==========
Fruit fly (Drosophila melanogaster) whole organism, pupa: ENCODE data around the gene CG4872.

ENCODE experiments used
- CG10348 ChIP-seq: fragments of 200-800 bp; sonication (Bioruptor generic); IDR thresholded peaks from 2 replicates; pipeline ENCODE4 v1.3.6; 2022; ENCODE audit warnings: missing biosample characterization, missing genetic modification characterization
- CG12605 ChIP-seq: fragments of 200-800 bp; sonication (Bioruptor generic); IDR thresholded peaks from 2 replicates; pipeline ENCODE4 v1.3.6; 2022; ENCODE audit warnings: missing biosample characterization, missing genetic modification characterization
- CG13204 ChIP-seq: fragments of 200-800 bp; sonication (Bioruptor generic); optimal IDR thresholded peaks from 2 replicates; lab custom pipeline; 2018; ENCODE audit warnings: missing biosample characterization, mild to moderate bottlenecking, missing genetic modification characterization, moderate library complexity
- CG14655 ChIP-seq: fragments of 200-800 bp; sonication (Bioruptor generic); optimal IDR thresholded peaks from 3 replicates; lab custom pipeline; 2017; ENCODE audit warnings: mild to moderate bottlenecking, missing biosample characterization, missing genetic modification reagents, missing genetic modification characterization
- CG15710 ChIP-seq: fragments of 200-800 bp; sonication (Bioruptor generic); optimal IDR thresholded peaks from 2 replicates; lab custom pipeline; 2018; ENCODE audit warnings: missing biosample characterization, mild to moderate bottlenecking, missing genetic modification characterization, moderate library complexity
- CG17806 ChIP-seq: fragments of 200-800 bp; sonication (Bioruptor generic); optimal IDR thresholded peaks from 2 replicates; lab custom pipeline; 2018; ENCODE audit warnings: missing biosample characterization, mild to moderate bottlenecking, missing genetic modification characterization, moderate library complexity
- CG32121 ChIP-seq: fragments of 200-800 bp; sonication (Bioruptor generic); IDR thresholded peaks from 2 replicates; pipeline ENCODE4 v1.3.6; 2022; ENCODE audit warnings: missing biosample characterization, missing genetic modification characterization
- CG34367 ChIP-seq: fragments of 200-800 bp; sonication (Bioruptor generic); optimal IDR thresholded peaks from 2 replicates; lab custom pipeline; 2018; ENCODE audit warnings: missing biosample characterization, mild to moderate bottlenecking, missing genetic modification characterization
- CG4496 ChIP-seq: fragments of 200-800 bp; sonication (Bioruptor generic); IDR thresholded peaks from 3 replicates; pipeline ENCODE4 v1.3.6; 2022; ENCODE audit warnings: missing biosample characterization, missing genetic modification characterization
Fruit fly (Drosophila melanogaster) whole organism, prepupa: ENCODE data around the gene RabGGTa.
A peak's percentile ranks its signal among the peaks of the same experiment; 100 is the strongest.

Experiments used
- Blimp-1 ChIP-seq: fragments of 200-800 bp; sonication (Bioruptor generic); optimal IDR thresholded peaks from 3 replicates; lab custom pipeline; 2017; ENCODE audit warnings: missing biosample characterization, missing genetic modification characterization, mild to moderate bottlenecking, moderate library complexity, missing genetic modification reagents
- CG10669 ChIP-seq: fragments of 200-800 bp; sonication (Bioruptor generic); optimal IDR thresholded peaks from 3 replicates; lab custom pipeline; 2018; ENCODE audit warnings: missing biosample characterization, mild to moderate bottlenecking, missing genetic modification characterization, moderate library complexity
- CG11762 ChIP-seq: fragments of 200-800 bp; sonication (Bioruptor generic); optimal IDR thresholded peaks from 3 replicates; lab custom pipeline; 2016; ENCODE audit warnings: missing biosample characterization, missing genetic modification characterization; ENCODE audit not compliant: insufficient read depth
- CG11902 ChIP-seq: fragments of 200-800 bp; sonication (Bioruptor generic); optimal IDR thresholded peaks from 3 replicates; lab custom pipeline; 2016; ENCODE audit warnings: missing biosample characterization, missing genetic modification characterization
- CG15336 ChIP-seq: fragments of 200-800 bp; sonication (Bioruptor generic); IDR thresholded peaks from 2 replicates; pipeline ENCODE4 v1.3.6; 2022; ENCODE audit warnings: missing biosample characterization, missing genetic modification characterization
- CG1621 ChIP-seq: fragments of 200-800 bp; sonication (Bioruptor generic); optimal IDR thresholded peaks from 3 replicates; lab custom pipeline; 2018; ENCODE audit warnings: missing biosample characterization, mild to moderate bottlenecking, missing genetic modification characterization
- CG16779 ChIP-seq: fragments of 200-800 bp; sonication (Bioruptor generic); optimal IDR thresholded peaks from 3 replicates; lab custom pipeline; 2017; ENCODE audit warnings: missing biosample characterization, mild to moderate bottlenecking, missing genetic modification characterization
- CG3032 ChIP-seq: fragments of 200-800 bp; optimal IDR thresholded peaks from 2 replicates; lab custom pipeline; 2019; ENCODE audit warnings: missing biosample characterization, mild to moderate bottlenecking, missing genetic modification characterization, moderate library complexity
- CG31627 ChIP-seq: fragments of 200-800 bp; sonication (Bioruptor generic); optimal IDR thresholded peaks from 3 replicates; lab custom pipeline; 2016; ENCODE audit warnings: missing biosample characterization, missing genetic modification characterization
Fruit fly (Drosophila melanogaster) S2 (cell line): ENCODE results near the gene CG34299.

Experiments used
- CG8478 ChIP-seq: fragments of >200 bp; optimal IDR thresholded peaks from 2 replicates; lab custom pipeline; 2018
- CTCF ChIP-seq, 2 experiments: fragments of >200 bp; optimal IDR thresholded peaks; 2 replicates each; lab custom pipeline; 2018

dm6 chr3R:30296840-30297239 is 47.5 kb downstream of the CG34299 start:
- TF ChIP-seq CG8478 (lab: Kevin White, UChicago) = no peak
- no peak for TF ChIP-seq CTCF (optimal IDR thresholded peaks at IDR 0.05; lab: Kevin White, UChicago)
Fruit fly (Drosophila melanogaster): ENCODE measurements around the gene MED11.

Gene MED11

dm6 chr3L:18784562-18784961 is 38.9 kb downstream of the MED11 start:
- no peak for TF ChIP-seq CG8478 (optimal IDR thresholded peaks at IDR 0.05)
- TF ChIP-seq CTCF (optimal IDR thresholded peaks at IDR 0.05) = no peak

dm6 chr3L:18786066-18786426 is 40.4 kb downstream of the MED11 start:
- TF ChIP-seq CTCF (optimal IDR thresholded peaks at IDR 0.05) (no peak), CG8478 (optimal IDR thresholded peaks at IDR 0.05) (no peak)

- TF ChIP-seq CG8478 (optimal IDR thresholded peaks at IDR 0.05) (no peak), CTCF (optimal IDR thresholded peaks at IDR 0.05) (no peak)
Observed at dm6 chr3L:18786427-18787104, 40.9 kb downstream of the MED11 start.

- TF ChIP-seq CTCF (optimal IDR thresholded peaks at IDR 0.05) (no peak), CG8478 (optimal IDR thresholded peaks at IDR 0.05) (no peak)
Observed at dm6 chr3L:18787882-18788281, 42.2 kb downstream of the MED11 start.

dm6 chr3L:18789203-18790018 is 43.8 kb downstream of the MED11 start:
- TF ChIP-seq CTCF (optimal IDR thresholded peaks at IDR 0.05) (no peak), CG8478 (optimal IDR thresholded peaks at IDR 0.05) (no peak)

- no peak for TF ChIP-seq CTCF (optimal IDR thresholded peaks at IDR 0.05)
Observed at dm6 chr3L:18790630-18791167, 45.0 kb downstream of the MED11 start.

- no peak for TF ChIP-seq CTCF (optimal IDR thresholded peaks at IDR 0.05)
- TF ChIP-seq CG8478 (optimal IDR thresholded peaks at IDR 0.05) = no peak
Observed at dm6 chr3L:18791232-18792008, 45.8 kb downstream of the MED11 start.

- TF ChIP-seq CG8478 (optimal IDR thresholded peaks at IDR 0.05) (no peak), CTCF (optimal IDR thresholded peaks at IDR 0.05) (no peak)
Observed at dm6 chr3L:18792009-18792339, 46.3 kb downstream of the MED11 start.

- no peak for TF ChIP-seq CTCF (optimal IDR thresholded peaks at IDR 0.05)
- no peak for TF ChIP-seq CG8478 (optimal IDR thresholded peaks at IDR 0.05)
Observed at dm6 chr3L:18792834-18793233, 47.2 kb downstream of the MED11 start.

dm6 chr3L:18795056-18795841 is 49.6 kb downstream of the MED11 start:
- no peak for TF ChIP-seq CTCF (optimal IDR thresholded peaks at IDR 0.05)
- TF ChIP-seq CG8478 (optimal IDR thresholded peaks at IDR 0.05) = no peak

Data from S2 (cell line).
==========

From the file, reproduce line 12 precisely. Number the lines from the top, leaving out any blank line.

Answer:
Fruit fly (Drosophila melanogaster) whole organism, prepupa: ENCODE data around the gene RabGGTa.